Tips for Playing 78s

Discussion in 'Audio Hardware' started by AppleCorp3, Mar 26, 2016.

  1. AppleCorp3

    AppleCorp3 Forum Resident Thread Starter

    Hi everyone -

    My PL120 has a 78 speed that, and being a member here for about a year hearing good things about the old shellac 78s, has encouraged me to go out and buy a few.

    I must admit, the preconceived notions I had about these records were largely unfounded. In fact, I find that playing the records sometimes sounds better (at least where the high end is concerned) than some of the "digitally mastered" versions that NR the heck out of a great song.

    My set up is the PL120 with a Shure N78s tracking somewhere between 2.25 and 2.5. I'm getting pretty nice sound, with that underlying crackle/hiss which doesn't really get in the way of the music. My pre-amp has a mono button.

    I'm wondering if there are any other tips the group has to reach optimal listening for these records. Cleaning, tracking force, platter mat, etc.

    Thanks!
     
    33na3rd likes this.
  2. Scope J

    Scope J Forum Resident

    Location:
    Michigan
    I was told not to use a diamond
    needle on 78's , an old school metal
    one is needed .
     
  3. Muzyck

    Muzyck Just another anonymous canine Beatle fan

    The only thing I would say is to be careful cleaning them. Shellac does not always react well to fluids.
     
    The FRiNgE likes this.
  4. I think that'd be a recipe for more damage. While an old Victrola can sound surprisingly good, I don't think it'll do your records any favors. There are plenty of modern carts for playing 78s.
     
    Dude111 and Muzyck like this.
  5. Colin M

    Colin M Forum Resident

    You'll probably need a phono preamp with multiple eq waveforms eg the iFi iPhono MM/MC Phono Preamplifier. Not all 78s will be RIAA
     
  6. The FRiNgE

    The FRiNgE Forum Resident

    I am not a 78 expert, but do own about 200 of them. The 78's are more specific with playback stylus size and shape, and also the speed they were cut at. The older 78's especially will vary from approx 60 RPM to 80 RPM, sometimes higher. The stylus can be from 2.5 mil to 3.0 mil, and there are a few 78's cut in microgroove, playable on a 0.7 mil conical. The playback curves also vary, and widely varied for the older records. The vintage acoustically recorded records have no equalization curves, although some sort of playback EQ may enhance their sound. (to simulate the response of an old gramophone) If we play a 78 on the wrong playback EQ or the wrong speed, it will sound "wrong". The tracking force for magnetic cartridges tends to be in the 3 gram range for playing 78's.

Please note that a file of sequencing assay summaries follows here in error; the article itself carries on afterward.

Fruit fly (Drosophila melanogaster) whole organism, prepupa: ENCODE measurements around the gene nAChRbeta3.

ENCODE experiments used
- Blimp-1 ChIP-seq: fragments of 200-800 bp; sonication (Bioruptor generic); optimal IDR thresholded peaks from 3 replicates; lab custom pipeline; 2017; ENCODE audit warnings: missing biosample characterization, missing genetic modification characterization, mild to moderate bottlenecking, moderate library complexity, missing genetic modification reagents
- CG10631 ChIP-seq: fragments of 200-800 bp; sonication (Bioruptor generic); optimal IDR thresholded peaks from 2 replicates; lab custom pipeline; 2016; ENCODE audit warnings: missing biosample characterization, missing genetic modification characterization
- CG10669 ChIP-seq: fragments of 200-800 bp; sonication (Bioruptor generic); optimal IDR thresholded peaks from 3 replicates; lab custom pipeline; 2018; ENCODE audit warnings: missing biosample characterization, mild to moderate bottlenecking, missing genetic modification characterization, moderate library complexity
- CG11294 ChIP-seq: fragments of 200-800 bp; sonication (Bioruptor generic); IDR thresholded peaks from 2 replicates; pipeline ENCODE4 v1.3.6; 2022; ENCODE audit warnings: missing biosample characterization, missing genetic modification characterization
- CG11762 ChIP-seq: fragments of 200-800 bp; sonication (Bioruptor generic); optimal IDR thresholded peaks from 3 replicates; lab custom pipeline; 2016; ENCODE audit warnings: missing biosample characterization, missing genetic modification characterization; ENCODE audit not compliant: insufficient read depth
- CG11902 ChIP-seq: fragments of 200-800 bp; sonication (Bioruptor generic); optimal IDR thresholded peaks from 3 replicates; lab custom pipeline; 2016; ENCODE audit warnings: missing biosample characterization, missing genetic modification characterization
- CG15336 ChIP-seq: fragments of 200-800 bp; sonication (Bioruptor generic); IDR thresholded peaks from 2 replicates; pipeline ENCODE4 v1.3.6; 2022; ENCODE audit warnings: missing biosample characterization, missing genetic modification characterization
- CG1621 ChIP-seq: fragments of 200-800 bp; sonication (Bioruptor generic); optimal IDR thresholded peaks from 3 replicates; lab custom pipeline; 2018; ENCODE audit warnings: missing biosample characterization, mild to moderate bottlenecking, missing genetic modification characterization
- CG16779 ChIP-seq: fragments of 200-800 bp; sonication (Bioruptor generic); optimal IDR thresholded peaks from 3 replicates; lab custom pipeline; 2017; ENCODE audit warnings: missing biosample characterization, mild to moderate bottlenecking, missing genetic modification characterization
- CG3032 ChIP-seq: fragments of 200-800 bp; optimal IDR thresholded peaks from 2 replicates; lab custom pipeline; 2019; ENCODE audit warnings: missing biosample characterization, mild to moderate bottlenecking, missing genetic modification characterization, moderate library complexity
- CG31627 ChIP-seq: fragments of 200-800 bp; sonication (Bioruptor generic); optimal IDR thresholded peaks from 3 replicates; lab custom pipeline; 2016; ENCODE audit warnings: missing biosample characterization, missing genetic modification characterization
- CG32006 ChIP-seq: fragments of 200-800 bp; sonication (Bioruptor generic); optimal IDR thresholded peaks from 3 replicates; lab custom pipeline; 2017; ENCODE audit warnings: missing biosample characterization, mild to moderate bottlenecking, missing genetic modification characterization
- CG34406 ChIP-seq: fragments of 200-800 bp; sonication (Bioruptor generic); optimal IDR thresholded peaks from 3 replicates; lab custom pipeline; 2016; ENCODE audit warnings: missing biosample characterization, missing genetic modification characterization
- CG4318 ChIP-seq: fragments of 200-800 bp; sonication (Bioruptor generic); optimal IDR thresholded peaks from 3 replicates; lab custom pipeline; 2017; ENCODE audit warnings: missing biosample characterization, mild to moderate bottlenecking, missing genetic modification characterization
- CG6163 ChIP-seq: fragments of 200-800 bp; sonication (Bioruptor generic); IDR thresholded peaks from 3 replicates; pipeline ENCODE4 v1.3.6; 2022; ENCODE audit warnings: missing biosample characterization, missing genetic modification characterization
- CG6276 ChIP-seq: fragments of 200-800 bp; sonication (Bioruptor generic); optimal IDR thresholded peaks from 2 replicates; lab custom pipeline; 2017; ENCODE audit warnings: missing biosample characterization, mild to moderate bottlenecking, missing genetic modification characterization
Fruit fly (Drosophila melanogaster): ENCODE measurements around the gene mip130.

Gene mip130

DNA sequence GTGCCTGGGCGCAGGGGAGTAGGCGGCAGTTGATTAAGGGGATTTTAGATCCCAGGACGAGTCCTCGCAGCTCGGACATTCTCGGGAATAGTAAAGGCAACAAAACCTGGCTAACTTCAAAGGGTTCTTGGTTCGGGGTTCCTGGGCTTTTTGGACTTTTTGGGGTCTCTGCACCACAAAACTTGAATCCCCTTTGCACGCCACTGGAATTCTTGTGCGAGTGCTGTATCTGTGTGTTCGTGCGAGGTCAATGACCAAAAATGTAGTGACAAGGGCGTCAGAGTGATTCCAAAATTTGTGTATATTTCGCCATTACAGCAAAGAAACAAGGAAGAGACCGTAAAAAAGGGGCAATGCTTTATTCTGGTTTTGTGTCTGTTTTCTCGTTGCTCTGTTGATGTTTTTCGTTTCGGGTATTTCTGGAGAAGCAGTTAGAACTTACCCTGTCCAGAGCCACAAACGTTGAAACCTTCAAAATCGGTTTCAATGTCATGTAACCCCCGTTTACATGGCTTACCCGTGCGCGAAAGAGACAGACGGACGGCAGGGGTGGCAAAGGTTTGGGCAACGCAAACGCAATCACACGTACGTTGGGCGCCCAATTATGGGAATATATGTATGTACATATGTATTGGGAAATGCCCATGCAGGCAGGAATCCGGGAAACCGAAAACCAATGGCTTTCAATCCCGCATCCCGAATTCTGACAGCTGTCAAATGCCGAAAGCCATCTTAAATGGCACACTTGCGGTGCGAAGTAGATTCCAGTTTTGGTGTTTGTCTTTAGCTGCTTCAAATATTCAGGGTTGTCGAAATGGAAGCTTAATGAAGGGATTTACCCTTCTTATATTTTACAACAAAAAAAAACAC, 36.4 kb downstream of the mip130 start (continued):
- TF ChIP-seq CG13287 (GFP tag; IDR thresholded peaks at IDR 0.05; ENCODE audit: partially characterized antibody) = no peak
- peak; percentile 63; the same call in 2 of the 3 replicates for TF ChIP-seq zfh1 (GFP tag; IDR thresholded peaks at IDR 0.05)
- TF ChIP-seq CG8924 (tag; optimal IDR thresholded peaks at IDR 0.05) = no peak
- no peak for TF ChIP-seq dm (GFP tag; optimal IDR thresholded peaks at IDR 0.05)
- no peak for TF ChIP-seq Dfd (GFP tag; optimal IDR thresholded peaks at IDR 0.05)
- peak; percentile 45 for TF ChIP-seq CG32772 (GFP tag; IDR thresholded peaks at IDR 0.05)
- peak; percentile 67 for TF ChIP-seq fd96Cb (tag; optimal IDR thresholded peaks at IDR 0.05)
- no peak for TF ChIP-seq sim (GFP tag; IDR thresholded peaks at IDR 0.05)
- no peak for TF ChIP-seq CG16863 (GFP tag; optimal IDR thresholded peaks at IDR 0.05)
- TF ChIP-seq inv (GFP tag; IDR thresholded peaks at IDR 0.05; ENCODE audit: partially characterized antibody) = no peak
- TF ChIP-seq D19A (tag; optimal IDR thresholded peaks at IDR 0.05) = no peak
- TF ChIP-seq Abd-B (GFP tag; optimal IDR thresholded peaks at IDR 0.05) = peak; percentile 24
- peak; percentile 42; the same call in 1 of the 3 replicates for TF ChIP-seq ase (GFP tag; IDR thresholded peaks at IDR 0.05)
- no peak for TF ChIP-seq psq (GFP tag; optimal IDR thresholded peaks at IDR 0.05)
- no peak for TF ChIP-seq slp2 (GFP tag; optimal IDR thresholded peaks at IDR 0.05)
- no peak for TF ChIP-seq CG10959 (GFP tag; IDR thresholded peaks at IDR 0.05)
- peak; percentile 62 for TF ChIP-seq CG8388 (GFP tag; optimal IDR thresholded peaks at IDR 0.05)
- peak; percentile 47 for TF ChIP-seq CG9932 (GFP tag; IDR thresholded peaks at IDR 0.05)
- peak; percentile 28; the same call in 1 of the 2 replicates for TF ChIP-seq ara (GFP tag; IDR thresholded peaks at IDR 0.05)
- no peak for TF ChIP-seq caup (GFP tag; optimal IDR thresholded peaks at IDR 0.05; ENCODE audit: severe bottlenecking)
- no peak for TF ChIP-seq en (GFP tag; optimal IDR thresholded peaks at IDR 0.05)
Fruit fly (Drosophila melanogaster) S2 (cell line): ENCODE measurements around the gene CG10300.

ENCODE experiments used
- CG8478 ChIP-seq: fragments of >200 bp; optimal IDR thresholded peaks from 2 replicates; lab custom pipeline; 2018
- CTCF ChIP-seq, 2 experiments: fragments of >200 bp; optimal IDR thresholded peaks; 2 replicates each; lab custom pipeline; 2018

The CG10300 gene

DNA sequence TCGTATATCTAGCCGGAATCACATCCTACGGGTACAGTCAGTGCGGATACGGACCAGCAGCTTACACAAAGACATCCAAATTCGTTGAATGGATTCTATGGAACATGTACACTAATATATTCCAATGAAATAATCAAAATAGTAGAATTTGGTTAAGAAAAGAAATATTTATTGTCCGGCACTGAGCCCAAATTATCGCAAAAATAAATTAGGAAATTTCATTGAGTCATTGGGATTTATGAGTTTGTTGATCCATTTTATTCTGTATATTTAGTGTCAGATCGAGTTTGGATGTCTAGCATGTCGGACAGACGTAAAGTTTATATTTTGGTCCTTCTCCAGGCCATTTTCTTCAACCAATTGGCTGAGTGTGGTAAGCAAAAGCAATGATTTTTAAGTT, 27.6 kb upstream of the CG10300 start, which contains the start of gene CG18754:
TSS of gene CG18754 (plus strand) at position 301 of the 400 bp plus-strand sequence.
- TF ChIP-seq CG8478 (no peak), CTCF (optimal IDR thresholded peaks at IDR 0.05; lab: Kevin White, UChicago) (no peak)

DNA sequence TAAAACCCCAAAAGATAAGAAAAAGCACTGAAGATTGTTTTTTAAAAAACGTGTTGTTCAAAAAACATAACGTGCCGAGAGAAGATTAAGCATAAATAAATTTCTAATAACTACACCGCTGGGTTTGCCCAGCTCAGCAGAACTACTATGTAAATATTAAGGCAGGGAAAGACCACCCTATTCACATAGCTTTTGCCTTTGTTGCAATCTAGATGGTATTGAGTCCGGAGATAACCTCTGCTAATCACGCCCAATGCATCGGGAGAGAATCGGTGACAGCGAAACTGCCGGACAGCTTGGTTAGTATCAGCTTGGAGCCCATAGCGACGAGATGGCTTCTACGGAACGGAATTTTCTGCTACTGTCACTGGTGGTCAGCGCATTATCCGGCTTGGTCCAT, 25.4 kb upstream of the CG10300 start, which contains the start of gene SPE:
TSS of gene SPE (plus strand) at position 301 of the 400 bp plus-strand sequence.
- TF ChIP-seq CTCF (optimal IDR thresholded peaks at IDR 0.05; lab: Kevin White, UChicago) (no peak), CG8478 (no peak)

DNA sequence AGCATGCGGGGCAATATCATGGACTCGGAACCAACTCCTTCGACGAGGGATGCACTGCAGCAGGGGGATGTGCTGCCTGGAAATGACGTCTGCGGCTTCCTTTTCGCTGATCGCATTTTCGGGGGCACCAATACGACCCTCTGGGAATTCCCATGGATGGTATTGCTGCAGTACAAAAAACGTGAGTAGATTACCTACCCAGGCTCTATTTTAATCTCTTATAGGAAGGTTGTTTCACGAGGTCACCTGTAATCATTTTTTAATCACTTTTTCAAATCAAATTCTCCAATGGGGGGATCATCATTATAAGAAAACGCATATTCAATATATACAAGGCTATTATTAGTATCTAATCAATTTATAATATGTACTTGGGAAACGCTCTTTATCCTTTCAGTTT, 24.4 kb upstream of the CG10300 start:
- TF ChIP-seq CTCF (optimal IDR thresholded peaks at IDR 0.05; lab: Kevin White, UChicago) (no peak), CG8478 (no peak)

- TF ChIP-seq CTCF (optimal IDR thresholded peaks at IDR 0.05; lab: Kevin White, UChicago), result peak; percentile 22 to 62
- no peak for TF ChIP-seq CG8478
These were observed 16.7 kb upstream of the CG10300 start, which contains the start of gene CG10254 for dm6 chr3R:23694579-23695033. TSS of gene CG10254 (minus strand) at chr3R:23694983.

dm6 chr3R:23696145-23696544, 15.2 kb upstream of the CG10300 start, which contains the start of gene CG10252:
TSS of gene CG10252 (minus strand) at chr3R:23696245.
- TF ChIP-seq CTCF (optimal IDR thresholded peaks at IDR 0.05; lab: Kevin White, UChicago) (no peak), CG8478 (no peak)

I had an excellent page shortcut in my old computer on the playback, care and cleaning of 78's. I'll try to find it. Cleaning of some types of 78's with water can be fatal, some types of shellac are water reactive, and the pulp core may swell and fracture the shellac. Many 78's can be wet cleaned though.. the question is which ones are safe...
     
    adriatikfan likes this.
  7. AppleCorp3

    AppleCorp3 Forum Resident Thread Starter

    Good stuff, thanks! The 78s that I've got are 40s and 50s with an old super thick single sided from the teens being the one exception and I've yet to try and play that!

    Overall the sound is really good, but we're always looking for ways to make it better. Very pressure bass signal and oddly enough no inner groove distortion.

    It's a marvel to watch too - those discs spin fast! It's amazing the needle doesn't fly off the record!
     
    Pinknik likes this.
  8. JBStephens